HIGP team studies “new” Apollo lunar rocks

It’s exciting times for a new generation of lunar scientists looking at the samples returned from the Apollo 17 mission almost exactly 50 years ago, in December 1972. Hawai‘i Institute for Geophysics and Planetology‘s Lingzhi Sun and Paul Lucey are working at the Lunar Curatorial Facility at NASA’s Johnson Space Flight Center in Houston with HIPG graduate students Chiara Ferrari-Wong and Abigail Flom to conduct some preliminary inspections of never-before-open soil core tubes collected from the Taurus-Littrow landing site on the Moon.

On their return to Earth, these cores were locked away to await the development of better instrumentation to make more detailed measurements and now is the time that they will finally be studied. The Principal Investigator for the project is Chip Shearer at the University of New Mexico. Collectively, the team is conducting multispectral measurements of these “new” cores to map the concentration of iron and titanium within the core, as well as determine the degree of exposure of the material space prior to burial and, hence, the relative age of different parts of the sample.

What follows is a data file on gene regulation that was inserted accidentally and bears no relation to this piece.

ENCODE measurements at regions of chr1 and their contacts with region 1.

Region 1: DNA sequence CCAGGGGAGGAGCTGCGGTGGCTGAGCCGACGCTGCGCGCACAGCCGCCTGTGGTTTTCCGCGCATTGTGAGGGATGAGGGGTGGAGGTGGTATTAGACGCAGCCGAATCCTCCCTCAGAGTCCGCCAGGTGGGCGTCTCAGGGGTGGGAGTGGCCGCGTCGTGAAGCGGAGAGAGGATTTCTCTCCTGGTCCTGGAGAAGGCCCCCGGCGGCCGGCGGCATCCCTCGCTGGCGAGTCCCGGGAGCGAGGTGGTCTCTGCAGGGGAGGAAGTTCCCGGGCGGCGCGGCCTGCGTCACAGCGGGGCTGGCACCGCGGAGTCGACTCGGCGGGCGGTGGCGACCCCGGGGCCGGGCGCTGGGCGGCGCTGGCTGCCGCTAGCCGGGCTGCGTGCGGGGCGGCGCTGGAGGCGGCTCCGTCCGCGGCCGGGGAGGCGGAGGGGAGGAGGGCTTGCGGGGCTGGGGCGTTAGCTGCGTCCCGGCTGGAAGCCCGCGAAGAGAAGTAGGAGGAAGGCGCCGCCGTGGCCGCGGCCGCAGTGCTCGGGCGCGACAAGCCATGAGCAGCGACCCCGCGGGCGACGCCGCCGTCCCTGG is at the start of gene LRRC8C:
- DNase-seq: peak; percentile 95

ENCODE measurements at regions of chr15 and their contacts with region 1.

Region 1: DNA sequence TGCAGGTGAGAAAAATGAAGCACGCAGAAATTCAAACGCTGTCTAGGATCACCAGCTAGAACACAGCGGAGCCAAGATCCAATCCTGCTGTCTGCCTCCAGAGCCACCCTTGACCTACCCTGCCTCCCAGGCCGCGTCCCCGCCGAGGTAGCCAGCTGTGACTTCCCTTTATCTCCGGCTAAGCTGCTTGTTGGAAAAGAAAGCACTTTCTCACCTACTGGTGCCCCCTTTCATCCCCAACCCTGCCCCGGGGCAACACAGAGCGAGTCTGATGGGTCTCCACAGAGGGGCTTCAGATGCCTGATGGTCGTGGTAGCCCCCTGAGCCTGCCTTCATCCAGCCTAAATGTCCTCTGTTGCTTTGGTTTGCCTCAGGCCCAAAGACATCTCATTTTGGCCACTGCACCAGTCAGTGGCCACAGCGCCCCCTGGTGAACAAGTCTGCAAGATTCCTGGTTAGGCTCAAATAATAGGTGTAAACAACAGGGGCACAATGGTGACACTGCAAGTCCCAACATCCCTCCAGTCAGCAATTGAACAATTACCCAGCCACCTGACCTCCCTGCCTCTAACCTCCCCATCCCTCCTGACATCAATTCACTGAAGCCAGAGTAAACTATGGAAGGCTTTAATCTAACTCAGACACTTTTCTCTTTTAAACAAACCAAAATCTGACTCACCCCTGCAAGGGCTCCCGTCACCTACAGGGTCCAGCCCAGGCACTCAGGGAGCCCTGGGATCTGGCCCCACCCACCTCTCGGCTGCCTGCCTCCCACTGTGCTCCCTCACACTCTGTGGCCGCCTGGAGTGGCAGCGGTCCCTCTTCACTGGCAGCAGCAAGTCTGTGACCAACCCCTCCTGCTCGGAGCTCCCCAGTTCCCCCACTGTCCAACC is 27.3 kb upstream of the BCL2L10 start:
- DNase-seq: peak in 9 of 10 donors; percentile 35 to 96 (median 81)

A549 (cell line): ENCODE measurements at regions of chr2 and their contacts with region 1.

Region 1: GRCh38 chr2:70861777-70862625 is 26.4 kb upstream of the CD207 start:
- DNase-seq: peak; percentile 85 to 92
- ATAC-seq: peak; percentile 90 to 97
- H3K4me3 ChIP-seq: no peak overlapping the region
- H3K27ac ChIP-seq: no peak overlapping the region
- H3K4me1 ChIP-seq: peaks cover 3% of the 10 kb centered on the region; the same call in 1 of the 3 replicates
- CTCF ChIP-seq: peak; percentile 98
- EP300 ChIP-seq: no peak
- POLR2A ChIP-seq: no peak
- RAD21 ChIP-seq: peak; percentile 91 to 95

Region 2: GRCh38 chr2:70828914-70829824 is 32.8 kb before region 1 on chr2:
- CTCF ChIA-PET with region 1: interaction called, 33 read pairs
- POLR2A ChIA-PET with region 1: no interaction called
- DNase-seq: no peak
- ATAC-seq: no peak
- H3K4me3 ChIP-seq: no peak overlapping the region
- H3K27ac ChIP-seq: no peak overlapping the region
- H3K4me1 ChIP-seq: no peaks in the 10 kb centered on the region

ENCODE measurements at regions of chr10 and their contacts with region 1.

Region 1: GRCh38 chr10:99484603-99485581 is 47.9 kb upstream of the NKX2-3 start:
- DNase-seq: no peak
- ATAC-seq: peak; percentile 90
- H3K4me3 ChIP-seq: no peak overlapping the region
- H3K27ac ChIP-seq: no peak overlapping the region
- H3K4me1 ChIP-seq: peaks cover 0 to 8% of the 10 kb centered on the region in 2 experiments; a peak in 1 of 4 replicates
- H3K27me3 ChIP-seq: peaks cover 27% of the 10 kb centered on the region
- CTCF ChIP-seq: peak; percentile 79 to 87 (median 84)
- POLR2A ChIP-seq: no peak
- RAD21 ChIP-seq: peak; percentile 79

Most interesting is the fact that the HIGP investigators have already detected the presence of black pyroclastic glass produced by explosive eruptions that has also been found in other lunar samples. The new core samples will soon be made available to the broader scientific community for more detailed analysis, so this is a great opportunity for our Team to gain first-hand knowledge of what the samples contain.

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